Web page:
Obviously the (online) world did not end on April 21st 2015. Mobigeddon turned out to be a singularly quiet apocalyptic event. Many commentators could be excused, perhaps, feeling left behind after using fairly strong language about it; we on the other hand looked on such theatrics with an interest just on par with the film’s metacritic score of 12 induces. None.
Even though websites aren’t falling left and right we do agree that we are at (or even past) a point where paths diverge. Some understood it, others didn’t bother trying. Bryson Meunier just published a post in SearchEngineLand gently pushing the herd of undecided towards the idea that "this is only the beginning".
Here is his list of reasons why Mobigeddon didn’t just fizz out:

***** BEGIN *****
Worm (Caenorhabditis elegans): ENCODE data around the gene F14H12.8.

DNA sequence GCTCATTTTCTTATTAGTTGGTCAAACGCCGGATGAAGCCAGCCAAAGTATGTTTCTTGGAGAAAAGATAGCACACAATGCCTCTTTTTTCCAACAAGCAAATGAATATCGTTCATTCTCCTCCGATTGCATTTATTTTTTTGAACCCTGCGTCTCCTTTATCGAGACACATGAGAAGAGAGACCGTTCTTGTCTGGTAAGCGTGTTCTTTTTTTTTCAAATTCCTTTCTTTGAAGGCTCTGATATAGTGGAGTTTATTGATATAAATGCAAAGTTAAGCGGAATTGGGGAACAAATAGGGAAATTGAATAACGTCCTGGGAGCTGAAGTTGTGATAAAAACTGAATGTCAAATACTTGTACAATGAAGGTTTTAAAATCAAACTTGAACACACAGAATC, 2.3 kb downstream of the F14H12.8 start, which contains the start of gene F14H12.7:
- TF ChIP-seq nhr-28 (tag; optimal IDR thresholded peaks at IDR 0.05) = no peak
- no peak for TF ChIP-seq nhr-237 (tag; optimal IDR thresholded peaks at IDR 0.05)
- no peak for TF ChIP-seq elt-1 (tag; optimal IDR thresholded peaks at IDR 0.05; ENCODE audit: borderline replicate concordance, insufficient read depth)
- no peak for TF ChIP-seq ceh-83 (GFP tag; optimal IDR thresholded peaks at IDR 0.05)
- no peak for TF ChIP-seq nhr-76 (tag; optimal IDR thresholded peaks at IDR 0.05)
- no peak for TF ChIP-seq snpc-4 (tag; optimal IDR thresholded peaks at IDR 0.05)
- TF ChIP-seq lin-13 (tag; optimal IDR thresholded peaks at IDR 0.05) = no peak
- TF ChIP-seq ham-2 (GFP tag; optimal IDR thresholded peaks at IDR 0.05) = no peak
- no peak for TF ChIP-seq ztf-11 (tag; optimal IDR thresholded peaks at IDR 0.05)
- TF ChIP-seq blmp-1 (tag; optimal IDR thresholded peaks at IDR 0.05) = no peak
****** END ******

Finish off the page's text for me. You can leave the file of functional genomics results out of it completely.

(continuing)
- There were and are businesses that really lost search traffic for not being mobile friendly
- Mobile rankings are increasingly different from Desktop rankings, as suggested by SEOClarity analysis
- Google has strong incentives to push search results for mobile searchers
#1 is so far is proving to be a relatively weak point according to Moz, but see the Searchmetrics list of winners and losers for good examples on both sides. #2 is fairly well established even before the advent of Mobigeddon. #3 is actually the strongest argument there - there is definitely pressure on Google to continue twisting our collective tails towards mobile friendliness.
All in all, Mobigeddon should be conceptualized less like an analogy for a global extinction event and more like the introduction of printing press in the middle ages or, for that matter, any other profoundly disrupting technology.